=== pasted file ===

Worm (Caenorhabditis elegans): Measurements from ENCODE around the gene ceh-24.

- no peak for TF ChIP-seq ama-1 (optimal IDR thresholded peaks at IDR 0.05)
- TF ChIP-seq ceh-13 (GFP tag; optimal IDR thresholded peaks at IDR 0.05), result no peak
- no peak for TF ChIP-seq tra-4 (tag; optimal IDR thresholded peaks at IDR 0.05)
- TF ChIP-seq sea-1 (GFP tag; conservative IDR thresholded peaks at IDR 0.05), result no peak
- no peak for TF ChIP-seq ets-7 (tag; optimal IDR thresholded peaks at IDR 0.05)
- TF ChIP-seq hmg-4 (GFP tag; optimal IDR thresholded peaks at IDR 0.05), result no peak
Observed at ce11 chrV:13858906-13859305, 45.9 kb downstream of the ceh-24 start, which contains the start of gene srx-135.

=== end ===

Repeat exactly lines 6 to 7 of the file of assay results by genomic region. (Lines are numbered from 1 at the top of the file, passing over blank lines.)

- no peak for TF ChIP-seq ets-7 (tag; optimal IDR thresholded peaks at IDR 0.05)
- TF ChIP-seq hmg-4 (GFP tag; optimal IDR thresholded peaks at IDR 0.05), result no peak